Improving Financial Outcomes, Part II: Stand and Deliver

This is the second in a series of four posts summarizing the findings of a 2012 review of recent literature on the value of financial education to financial literacy and economic outcomes. The complete series will be published on the Bank’s Education Resources page.

If you had to guess how most U.S. college students prefer to learn about personal finance, what would you say? It stands to reason that the term “digital” might be somewhere in your answer, no?  Well, a 2009 study found that even within this technologically savvy demographic, face-to-face financial education was favored by 57% of respondents (Cull, 2011). This implies that the ability to ask questions and interact with teachers should not be undervalued. While classroom interaction is preferred, the labor and costs associated with this method of delivering financial education are often prohibitive.

The question of delivery method then becomes—as things often do—a question of efficiency. To answer that question, it’s helpful to look at two things: the mode of instruction, or the literal mechanism by which the information is relayed (e.g. classroom, webinars, etc.); and the content of instruction (e.g. the packaging and targeting of information for consumption by the desired demographic). Considering that the goal of financial education is to increase positive financial outcomes, practitioners must determine what blend of these aspects of delivery yields the biggest bang for their buck.

On the content side, recent literature suggests that, for most people, the return on investment of traditional, principles-based education is diminishing (Drexler, 2010). Perhaps this indicates that a more practical education strategy today might focus on building capability, rather than on requiring numeracy. Keeping the curriculum simple and using “rule-of-thumb” approaches could also help lower organizational costs by eliminating some time that practitioners currently spend covering levels of detail that the average individual will tend not to apply in real life.

Another content point—pinning down the appropriate target audience for a certain set of resources—is critical to their efficacy. For instance, some programs within the Treasury Department’s BankOn Initiative are making their products comply with Islamic banking standards for high Muslim populations, as well as other key constituencies like people with disabilities, rural residents and youth groups. The declining returns on education are magnified when materials are not ideally focused. To maximize financial outcomes, practitioners should first determine whom they serve and then develop materials that are well suited for those audiences.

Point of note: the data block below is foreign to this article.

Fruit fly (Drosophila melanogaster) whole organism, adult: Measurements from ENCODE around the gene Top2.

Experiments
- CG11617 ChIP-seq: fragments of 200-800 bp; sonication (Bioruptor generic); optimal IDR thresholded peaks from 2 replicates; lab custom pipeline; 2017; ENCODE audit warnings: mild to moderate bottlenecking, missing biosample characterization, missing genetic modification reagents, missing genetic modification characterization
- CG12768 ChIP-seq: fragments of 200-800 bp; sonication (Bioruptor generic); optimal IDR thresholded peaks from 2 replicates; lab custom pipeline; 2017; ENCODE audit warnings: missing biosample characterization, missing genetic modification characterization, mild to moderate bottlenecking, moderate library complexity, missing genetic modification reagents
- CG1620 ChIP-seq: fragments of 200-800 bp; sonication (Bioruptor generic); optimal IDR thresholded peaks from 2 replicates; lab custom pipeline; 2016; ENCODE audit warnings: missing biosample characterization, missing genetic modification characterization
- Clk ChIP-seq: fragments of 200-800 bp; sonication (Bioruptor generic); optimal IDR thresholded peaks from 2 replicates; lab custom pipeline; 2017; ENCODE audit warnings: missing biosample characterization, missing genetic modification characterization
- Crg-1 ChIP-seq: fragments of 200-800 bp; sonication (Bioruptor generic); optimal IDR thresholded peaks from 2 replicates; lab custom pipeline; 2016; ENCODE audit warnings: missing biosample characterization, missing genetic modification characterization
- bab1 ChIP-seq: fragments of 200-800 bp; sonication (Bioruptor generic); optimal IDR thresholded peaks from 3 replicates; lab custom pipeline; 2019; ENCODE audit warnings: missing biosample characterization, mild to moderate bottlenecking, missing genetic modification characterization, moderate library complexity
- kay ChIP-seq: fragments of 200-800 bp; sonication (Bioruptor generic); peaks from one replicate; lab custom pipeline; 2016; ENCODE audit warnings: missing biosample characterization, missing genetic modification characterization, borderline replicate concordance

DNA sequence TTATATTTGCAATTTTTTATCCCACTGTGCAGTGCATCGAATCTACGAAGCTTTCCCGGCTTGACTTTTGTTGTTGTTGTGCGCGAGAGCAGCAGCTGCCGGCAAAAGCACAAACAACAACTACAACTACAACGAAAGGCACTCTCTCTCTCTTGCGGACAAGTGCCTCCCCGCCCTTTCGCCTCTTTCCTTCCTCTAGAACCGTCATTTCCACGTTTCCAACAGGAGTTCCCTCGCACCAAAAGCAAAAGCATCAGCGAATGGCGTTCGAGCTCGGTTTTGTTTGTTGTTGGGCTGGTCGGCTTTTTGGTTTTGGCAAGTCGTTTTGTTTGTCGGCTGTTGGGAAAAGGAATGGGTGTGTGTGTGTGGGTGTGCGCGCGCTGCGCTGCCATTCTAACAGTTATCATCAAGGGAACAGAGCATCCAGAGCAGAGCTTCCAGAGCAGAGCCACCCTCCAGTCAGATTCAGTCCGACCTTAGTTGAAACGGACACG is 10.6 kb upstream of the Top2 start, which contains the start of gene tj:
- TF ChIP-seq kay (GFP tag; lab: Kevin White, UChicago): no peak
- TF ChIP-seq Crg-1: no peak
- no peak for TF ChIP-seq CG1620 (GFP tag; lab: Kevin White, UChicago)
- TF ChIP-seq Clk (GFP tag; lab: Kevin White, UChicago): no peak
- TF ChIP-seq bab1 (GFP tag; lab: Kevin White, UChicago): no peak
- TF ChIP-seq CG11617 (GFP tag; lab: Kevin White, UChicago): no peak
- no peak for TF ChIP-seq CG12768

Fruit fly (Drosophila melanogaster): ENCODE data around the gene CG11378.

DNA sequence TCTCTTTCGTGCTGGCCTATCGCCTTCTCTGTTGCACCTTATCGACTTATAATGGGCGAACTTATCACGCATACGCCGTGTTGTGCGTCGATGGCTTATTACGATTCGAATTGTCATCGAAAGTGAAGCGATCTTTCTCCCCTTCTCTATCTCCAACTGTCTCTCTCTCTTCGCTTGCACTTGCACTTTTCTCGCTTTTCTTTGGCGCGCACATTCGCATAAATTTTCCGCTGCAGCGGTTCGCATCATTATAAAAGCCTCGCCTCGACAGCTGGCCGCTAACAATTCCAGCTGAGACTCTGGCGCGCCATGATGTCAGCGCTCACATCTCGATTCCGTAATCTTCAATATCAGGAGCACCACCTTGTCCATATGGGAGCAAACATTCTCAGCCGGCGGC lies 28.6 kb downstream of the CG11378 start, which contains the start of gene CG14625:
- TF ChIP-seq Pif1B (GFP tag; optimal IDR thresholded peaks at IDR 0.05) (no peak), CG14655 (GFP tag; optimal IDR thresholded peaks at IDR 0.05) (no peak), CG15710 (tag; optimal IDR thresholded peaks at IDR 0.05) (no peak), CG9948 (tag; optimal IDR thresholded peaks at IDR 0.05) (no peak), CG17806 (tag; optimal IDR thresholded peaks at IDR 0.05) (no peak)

In addition to the “who” of financial education, the question of “when” is another important aspect in shaping the content of resources.  Framing and distributing information based on age or life stages increases the utility of each individual resource. Bundling related content aimed at life events, like home buying or retirement, is an inexpensive way for organizations to ensure their offerings have the most impact.

Partnerships also greatly enhance the effectiveness of financial education. Treasury’s BankOn initiative and United Way’s Integrated Service Delivery (ISD) strategy (which involves the seamless delivery of services such as income support enrollment, case management, workshops, etc.) both stress the importance of rallying communities and organizations to tackle the problem of financial instability. In particular, United Way’s partnership with Bank of America to explore the ISD approach to improving financial outcomes produced a report that outlines the strengths and pitfalls of many common operating platforms used by organizations—a valuable resource for practitioners researching delivery strategies.

Finally, besides the cost savings of bringing many organizations together to work toward a mutual goal, partnerships can offer other valuable benefits to financial education. For instance, one of the biggest problems plaguing financial education practitioners is an inability to measure the success of their clients, and thus, their own programs.  With one organization managing multiple services, tracking specific aspects of clients’ behavior—presently a costly and difficult task—would become standardized. The unprecedented access to cohesive data resulting from this centralization could lead to meaningful improvements in many financial education programs.

Data tracking aside, bundling and single-agency management of multiple financial services and resources could substantially improve the convenience and accessibility of financial education and subsequently increase program participation levels.

This research was conducted by Michael Corbett of the Boston Fed, who cowrote the series with Suzanne Cummings.

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